Many persons familiar with Ron Paul’s assessments of our problems are quick to point out that he is a doctor, “not an economist.” To that, I would remind them that Ron Paul has studied economics his entire adult life. Further, he has hobnobbed with some of the foremost economic thinkers of the Austrian economic school, such greats as Murray Rothbard, Hans Sennholz, F. A. Hayek and the master himself, Ludwig von Mises.
Additionally, Ron Paul has authored at least ten books on economics and political thinking. The Revolution, a Manifesto, like End the Fed, became a New York Times bestseller. With Lewis Lehrman, Paul coauthored The Case for Gold, which was a minority report to the 1981 U.S. Gold Commission, a Ronald Reagan initiative to study the role that gold should play in our monetary system. (The commission was stacked with anti-gold members and the minority report was one of only two benefits to come from the commission’s work. The American Eagle bullion coin program was the other.)
Ron Paul’s grasp of economics and understanding of the political process make him eminently qualified to write about economics and to make economic forecasts. Sadly, Paul is not optimistic about the immediate outlook for our economy.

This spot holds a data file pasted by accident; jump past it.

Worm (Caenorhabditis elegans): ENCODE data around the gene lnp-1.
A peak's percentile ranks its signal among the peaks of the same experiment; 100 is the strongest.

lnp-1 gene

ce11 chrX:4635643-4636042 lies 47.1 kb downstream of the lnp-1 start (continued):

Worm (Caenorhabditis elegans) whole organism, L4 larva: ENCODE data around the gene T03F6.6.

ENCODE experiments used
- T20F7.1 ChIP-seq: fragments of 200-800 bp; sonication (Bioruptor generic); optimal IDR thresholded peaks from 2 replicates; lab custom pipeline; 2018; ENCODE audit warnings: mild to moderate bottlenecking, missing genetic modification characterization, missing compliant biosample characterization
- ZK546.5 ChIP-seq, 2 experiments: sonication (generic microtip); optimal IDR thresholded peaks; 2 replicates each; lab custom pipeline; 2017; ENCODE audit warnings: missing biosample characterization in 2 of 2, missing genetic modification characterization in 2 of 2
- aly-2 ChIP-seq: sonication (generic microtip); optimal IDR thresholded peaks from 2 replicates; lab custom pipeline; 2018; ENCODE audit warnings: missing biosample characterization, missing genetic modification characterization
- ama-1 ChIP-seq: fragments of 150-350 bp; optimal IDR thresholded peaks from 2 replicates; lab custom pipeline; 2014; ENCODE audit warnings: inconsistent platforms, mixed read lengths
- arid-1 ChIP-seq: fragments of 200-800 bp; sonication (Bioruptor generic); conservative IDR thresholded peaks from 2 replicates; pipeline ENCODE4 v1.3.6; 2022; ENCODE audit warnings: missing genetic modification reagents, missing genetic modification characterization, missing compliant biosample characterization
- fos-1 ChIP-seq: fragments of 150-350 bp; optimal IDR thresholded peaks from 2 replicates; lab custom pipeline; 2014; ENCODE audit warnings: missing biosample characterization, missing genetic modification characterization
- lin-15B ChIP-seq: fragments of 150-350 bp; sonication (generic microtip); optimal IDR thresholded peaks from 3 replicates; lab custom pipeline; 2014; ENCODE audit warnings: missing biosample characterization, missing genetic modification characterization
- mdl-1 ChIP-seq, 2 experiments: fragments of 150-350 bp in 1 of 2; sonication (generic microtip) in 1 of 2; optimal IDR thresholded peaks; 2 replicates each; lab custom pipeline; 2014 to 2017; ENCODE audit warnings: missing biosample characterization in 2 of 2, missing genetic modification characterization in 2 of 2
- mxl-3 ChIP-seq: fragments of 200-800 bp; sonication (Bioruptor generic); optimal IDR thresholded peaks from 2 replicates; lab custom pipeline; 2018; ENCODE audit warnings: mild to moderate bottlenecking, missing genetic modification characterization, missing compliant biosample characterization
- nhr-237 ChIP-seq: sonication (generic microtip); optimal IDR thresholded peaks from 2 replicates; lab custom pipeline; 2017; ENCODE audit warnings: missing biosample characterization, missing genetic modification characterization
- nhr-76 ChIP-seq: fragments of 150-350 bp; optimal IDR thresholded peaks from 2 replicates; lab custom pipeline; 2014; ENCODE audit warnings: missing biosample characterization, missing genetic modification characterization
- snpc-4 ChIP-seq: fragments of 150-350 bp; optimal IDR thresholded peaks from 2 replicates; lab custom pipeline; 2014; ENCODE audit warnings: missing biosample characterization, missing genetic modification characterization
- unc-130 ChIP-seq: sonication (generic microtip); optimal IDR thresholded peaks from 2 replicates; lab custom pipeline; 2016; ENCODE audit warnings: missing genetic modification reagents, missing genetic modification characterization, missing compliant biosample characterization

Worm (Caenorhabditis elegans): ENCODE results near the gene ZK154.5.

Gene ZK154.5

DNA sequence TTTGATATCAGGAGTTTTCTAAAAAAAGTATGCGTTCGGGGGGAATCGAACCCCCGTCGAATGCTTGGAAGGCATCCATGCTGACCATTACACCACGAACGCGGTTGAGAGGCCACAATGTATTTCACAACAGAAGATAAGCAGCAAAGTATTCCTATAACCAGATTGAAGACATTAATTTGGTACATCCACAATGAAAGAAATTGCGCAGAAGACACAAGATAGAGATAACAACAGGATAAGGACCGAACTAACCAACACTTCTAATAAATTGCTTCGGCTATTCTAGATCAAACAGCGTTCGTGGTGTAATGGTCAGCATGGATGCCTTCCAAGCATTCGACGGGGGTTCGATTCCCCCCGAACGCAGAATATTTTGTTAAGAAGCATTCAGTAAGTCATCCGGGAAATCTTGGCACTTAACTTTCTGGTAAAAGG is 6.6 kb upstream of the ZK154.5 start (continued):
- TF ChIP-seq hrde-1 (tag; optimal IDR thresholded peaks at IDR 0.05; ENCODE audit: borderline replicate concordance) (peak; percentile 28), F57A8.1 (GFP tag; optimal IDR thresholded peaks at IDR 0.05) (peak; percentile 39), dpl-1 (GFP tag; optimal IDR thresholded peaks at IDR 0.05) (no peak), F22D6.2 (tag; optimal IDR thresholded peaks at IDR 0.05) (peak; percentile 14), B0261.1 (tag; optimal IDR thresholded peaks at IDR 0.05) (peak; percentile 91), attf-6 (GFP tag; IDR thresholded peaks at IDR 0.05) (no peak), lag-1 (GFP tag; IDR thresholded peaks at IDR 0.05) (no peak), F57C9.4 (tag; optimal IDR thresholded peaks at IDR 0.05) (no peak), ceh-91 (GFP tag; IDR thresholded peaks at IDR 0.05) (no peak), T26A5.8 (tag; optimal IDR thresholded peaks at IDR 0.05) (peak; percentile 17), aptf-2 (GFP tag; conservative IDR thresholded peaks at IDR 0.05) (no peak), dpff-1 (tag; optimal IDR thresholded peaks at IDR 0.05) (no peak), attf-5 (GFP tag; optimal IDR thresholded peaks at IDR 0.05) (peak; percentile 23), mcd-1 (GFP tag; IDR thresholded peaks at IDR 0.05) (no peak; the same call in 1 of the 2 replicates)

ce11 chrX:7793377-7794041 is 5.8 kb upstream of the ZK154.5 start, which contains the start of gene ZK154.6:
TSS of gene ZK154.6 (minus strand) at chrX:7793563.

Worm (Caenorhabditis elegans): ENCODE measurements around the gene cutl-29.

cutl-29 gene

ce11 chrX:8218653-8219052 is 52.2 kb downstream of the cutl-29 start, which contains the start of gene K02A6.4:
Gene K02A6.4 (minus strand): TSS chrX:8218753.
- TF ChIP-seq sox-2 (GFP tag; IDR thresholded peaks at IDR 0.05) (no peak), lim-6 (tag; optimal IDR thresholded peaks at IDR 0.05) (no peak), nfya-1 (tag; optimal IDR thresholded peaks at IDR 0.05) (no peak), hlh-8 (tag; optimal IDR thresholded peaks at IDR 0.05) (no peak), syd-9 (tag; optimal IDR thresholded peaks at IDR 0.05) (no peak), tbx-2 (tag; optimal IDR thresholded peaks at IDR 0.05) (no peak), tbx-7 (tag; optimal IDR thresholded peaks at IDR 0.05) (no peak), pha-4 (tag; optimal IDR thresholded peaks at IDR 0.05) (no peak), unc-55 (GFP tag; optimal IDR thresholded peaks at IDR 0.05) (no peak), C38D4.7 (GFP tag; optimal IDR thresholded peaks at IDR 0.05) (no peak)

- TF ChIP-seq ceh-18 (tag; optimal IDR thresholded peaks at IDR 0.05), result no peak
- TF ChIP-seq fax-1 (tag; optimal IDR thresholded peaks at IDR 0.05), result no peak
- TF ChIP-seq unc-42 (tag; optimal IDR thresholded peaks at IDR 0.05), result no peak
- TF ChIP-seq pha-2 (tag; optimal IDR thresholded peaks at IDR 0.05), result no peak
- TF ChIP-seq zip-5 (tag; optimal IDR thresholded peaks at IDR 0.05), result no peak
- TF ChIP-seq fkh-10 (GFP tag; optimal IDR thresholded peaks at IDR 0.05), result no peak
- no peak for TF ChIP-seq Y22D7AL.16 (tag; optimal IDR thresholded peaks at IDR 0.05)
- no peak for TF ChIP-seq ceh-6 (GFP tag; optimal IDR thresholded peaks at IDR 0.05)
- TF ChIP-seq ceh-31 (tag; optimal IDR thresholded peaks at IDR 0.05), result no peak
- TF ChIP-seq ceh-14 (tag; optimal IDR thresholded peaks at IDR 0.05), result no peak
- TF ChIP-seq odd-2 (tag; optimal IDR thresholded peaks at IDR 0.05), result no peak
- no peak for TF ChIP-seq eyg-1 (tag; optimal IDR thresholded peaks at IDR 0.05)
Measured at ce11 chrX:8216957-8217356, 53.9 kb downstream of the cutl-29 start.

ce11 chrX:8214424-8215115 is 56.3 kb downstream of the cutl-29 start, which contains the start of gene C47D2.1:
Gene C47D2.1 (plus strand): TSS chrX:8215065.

End the Fed is only 210 pages, divided into fifteen chapters. Although Paul’s explanation why this depression likely will “last and last” is scary, his Chapter 4, Central Banks and War, is a shocker. Simply put, central banks facilitate war and give politicians fewer reasons to seek political solutions to differences with other nations. “It is no coincidence that the century of total war coincided with the century of central banking.” Before the days of central banks (European as well as our Fed), wars resulted in higher taxes and shortages as resources were diverted from the domestic economy to the war effort.
When politicians have to tell the people that the wars they are about to embark upon will raise taxes and create shortages, political solutions become viable alternatives. When the costs of the wars can be hidden through the creation of new money via central banks, political solutions are less likely. Sadly, many investment banking houses actually agitate for war as they stand to make billions of dollars issuing and trading in the bonds and securities that are sold as a nation gears for war.
Ron Paul’s End the Fed is must reading for anyone seeking to survive today’s financial turmoil. Understanding the problem is the first step toward solving it.